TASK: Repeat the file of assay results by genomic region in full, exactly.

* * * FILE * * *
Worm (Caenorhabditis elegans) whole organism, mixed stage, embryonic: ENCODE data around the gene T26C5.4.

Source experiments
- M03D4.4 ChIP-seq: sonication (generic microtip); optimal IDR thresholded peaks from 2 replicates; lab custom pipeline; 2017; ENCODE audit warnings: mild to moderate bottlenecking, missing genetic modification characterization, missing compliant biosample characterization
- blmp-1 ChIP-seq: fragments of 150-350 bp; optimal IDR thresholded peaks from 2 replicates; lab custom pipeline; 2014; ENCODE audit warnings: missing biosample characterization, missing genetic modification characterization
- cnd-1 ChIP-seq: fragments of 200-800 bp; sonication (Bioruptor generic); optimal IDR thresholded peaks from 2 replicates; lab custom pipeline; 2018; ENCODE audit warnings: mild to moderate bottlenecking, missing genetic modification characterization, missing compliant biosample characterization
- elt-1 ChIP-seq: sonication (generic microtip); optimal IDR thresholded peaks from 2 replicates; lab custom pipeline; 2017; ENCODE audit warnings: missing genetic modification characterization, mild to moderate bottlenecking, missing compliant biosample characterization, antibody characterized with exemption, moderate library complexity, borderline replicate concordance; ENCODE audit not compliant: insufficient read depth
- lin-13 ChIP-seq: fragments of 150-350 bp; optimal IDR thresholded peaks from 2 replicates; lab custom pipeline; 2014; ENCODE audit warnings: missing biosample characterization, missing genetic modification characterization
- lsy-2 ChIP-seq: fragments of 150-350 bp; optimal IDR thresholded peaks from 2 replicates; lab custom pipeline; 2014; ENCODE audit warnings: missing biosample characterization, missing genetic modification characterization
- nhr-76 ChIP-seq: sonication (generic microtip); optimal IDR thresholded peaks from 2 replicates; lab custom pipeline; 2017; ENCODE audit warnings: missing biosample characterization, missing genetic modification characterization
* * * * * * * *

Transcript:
Worm (Caenorhabditis elegans) whole organism, mixed stage, embryonic: ENCODE data around the gene T26C5.4.

Source experiments
- M03D4.4 ChIP-seq: sonication (generic microtip); optimal IDR thresholded peaks from 2 replicates; lab custom pipeline; 2017; ENCODE audit warnings: mild to moderate bottlenecking, missing genetic modification characterization, missing compliant biosample characterization
- blmp-1 ChIP-seq: fragments of 150-350 bp; optimal IDR thresholded peaks from 2 replicates; lab custom pipeline; 2014; ENCODE audit warnings: missing biosample characterization, missing genetic modification characterization
- cnd-1 ChIP-seq: fragments of 200-800 bp; sonication (Bioruptor generic); optimal IDR thresholded peaks from 2 replicates; lab custom pipeline; 2018; ENCODE audit warnings: mild to moderate bottlenecking, missing genetic modification characterization, missing compliant biosample characterization
- elt-1 ChIP-seq: sonication (generic microtip); optimal IDR thresholded peaks from 2 replicates; lab custom pipeline; 2017; ENCODE audit warnings: missing genetic modification characterization, mild to moderate bottlenecking, missing compliant biosample characterization, antibody characterized with exemption, moderate library complexity, borderline replicate concordance; ENCODE audit not compliant: insufficient read depth
- lin-13 ChIP-seq: fragments of 150-350 bp; optimal IDR thresholded peaks from 2 replicates; lab custom pipeline; 2014; ENCODE audit warnings: missing biosample characterization, missing genetic modification characterization
- lsy-2 ChIP-seq: fragments of 150-350 bp; optimal IDR thresholded peaks from 2 replicates; lab custom pipeline; 2014; ENCODE audit warnings: missing biosample characterization, missing genetic modification characterization
- nhr-76 ChIP-seq: sonication (generic microtip); optimal IDR thresholded peaks from 2 replicates; lab custom pipeline; 2017; ENCODE audit warnings: missing biosample characterization, missing genetic modification characterization